Monday 16 March 2015

Always tired


It is normal to get tired sometimes but if you are always tired, then it is abnormal.
Check out six reasons you are always tired according to Sharon Bergquist, MD, Assistant Professor of Medicine at Emory University in Atlanta.
  1. Overeating before bed- Overeating and drinking alcohol close to bedtime can make you drowsy, but can also keep you awake, or trigger heartburn, the flow of stomach acid into the esophagus. If you’re hungry before bed, have a small snack of carbohydrate and protein like cereal and milk, those are more able to settle you for sleep.
  2. Too much caffeine- We all love our caffeine, some of us, a little too much, “but caffeine stays in your blood for six hours. So don’t drink coffee, or anything with caffeine, after three p.m.,” says Bergquist.
  3. Depression- An early sign of depression is not having the energy or desire to get out of bed, says Bergquist. If you suspect that you’re depressed, lean on friends and family. “And exercise, exercise, exercise,” says Bergquist. “It releases chemicals called endorphins that elevate mood.”
  4. You are thirsty- “Your muscles need enough water to have maximum endurance,” says Bergquist. “Don’t wait until you’re thirsty to drink fluids. A good gauge is the color your urine. If it’s dark yellow, you’re dehydrated.”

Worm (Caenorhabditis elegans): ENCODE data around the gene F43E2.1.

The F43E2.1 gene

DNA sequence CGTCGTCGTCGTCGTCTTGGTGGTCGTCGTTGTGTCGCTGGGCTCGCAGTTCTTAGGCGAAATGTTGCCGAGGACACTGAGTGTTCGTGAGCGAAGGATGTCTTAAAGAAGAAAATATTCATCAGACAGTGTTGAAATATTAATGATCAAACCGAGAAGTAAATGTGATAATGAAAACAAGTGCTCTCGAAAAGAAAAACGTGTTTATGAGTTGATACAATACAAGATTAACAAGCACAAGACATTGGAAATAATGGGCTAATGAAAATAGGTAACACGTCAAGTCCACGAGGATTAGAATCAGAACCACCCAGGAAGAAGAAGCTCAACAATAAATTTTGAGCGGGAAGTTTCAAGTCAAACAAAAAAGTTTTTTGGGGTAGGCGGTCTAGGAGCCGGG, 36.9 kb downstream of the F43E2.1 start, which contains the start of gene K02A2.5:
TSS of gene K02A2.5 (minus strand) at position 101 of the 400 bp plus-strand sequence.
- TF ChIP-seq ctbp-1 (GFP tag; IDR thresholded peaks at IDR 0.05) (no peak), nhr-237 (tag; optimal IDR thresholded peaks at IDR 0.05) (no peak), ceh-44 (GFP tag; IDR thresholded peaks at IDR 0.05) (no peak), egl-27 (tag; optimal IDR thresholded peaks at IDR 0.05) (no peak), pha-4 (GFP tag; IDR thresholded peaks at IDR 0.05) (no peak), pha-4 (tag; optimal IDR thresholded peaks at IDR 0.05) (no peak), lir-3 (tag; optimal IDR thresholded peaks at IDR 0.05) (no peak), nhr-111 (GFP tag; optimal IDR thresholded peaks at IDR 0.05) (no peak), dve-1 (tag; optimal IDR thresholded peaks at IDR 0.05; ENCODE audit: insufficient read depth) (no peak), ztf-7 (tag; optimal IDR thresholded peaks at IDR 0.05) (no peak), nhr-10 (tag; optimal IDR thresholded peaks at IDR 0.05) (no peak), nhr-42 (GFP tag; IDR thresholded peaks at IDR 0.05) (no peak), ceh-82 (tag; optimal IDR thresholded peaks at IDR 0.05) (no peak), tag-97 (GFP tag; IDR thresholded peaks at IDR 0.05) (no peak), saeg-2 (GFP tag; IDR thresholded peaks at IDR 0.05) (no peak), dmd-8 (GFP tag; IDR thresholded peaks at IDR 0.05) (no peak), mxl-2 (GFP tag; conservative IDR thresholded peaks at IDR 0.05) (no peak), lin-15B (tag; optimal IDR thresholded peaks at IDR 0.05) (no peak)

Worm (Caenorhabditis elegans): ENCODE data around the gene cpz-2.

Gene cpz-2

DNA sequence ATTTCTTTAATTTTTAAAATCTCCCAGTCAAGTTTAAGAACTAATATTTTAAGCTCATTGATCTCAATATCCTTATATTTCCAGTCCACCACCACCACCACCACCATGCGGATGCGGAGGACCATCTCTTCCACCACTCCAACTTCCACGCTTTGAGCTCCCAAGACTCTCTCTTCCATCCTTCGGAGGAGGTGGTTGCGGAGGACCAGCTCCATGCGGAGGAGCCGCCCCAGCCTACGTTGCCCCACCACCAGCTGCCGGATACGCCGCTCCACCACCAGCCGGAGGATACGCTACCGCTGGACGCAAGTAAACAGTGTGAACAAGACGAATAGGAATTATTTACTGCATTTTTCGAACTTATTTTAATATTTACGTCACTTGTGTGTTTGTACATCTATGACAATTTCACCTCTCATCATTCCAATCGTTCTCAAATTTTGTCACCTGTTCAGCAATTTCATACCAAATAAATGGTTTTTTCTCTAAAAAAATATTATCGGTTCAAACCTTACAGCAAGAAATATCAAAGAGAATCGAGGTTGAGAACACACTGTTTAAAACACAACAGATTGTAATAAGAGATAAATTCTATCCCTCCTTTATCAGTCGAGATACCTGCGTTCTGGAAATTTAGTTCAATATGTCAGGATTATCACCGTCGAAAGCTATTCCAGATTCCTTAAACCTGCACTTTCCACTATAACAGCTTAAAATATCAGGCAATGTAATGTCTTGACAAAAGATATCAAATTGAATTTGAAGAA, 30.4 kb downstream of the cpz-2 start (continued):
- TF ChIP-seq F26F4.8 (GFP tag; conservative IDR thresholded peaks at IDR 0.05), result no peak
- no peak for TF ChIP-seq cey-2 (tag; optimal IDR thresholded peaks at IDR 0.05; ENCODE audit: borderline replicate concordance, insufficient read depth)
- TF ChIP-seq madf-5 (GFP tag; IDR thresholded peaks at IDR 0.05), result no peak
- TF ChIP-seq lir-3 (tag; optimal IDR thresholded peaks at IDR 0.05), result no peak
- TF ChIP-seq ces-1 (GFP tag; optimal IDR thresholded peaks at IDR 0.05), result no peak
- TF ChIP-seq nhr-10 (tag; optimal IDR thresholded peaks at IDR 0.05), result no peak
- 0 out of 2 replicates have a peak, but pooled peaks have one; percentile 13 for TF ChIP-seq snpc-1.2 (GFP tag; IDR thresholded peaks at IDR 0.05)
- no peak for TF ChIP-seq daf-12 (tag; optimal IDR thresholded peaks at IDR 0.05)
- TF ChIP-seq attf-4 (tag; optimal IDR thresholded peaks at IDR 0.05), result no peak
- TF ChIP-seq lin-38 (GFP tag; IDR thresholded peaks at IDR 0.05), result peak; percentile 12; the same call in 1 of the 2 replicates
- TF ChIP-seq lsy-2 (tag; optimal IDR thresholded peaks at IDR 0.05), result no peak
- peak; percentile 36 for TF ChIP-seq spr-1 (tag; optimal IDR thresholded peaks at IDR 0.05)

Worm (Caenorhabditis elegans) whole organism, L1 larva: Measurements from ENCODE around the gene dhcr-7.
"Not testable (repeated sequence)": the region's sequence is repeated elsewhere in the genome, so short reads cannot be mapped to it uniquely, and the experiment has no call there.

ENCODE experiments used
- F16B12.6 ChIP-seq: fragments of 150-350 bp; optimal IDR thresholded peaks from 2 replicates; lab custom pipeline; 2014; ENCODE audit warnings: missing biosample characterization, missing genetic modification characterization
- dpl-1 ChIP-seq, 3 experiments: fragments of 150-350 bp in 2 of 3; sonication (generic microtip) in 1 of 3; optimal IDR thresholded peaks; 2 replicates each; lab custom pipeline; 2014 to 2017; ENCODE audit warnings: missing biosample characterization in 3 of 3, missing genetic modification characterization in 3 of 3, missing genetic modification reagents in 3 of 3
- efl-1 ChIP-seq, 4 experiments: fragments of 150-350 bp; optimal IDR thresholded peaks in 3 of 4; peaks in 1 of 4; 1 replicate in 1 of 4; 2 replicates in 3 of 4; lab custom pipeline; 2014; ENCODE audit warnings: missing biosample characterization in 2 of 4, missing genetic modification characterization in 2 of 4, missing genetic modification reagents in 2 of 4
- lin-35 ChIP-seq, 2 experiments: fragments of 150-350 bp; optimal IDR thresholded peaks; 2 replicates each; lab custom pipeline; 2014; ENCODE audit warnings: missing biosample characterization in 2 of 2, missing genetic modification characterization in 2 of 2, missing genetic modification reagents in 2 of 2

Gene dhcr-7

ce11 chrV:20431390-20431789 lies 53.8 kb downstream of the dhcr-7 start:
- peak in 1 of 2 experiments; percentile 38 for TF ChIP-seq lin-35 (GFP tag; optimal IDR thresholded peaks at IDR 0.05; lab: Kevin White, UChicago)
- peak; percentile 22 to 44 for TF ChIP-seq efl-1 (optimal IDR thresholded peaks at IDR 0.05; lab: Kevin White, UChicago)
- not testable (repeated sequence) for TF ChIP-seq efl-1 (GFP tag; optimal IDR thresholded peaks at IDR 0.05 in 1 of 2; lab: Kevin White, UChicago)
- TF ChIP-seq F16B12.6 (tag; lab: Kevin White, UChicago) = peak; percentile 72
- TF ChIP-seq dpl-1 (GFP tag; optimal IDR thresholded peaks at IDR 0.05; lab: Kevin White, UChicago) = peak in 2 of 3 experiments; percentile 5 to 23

5. A medical condition- Many medical conditions, such as anemia, an underactive thyroid, diabetes, and heart disease, can sqaunder energy. “If you have tried to get adequate sleep, healthy foods, and exercise, and you’re still tired, or if there’s a sudden change in your energy level, see your doctor to get a medical evaluation,” says Bergquist.
  6. Sugar snacks- “When you eat processed foods like sugar, white bread, and chocolate, your blood glucose”, the fuel created from the food you eat, ”peaks in a half hour to 60 minutes,” says Bergquist. “Then your blood sugar drops leaving you fatigued.” So, eat complex carbohydrates like whole grains, beans, fruits and vegetables, and proteins like low-fat yogurt, egg-white omelets, and nuts, which release glucose slowly, providing steady energy.


Post a Comment